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How to write a legal CV and cover letter

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First impressions always count. How you choose to present yourself on paper can make a big difference. This is the case not just at the start of your law career, but also as you climb the ladder.


Your legal CV and cover letter are your opportunities to stand out. They can set you apart from other applicants and demonstrate why you are the best possible fit for a particular role or organisation. Within the increasingly competitive and popular legal sector, it pays to make a positive, lasting impression.

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Getting the basics right is crucial when it comes to writing your legal CV. The document should be well-presented using a clear and professional font. It should be thoroughly proofread to avoid any unnecessary grammatical or spelling mistakes. It should follow a simple layout, incorporating sub-headings and bullet points to improve readability.


There’s no set length for a legal CV. It depends largely on your experience and the necessary attributes for the role you desire. Generally speaking, a legal CV will be no longer than three pages in length. We believe less is often more.


Before putting your fingers to the keyboard, remember that your legal CV should focus solely on providing factual information. Your supporting cover letter is where you can add in the narrative and personality to aid your application.


So, what information should your legal CV include?


Personal details

Your name, address, email and telephone number should all be clearly provided. If relevant, you may also add any appropriate professional websites or online links to support your application.


Education and academic qualifications

Your legal CV should list your academic qualifications (degree, A-levels, GCSE results), as well as details of any professional memberships and qualifications that directly relate to the practice of law. When referencing your degree, it is important to be clear about the areas of law that you have studied. This helps the recruiter to see, at-a-glance, where your current expertise lies and align this with the vacant position.

Work experience

A comprehensive list of accrued work experience, both paid and unpaid, should be provided chronologically. Your work history should include details of any company that you worked for, its location, your job title and your focus areas. Remember, it doesn’t necessarily have to be legal-focused but should always be relevant. Details should be given of your key roles and responsibilities, with an emphasis on the results achieved. This is an opportunity to demonstrate, factually, how this experience makes you a strong candidate for the vacancy. Depending on your level of work experience, you may consider splitting this out into areas of specialism or differentiating between paid and voluntary roles. Each position is a chance for you to reference the wider benefits of your time spent in previous roles. For example, developing leadership skills, learning delegation or growing commercial understanding.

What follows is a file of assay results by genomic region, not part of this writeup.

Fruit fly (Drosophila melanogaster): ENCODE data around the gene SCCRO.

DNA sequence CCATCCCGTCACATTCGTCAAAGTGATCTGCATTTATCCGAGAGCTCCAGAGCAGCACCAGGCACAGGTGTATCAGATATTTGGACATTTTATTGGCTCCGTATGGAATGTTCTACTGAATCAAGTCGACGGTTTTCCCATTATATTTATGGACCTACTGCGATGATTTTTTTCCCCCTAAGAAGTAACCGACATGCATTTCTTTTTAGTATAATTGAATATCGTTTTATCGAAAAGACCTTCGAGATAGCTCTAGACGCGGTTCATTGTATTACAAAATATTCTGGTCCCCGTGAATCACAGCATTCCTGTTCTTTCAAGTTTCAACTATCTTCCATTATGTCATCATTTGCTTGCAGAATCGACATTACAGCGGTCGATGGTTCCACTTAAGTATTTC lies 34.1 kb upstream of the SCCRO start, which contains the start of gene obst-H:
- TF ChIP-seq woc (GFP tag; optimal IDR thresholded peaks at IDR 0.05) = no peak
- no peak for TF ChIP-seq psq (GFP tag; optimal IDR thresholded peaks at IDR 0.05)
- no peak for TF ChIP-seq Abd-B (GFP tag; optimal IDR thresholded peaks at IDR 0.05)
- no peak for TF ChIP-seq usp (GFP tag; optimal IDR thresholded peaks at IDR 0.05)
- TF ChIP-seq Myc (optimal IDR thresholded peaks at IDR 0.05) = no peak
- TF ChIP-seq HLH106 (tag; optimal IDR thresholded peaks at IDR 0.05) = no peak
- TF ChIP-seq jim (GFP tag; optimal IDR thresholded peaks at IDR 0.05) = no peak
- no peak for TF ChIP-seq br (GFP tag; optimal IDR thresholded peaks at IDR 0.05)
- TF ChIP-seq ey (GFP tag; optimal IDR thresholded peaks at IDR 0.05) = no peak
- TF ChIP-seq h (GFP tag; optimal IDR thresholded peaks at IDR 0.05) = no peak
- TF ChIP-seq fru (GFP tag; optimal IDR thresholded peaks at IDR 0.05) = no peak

IT skills and languages

Be honest and open about your level of proficiency with IT, detailing your skill level with popular software such as Microsoft Office, as well as any more specific IT software that may be relevant to the role. And if you speak any additional languages, be sure to outline your level of fluency. This could be another factor that sets you apart from the competition.

Personal interests

Your CV is your opportunity to demonstrate all of your relevant experience, not just in the workplace. Detailing your wider personal interests is your chance to offer a glimpse of the person that the recruiter may welcome. This is the case not just useful for the interview, but also for the hiring organisation. Use this to your full advantage. List activities and pursuits that will help you to stand out positively. This could be membership into a club or society at university, sporting achievements, awards you’ve received or community projects that you’ve been actively involved in.

Avoid everyday hobbies such as keeping fit, reading books or live music. Instead, concentrate on what has relevance to a law career or indicates a transferable skill set. These personal interests often serve as rich talking points during interviews, so be prepared to talk confidently and passionately about any information that you choose to include in your CV, if asked.


References

Depending on your personal circumstances, you may prefer not to list references on your CV, unless directly asked to do so. Instead, you can write ‘references available on request’. You should, however, be able and willing to quickly provide referees’ details before the interview if requested, so be sure to have two strong referees lined up in readiness. In most instances, your current or most recent employer will act as your first reference.

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A strong, well-researched and punchy cover letter is always worth the time and effort. It should never be treated as an afterthought to your CV. Your legal cover letter and CV should perfectly complement one another. It should give the recruiter the full picture of who you are and the value you bring to the table.


Your cover letter allows you to sell yourself to a potential new employer. It allows for you to demonstrate why you are a candidate that is well worth consideration and inviting for an interview.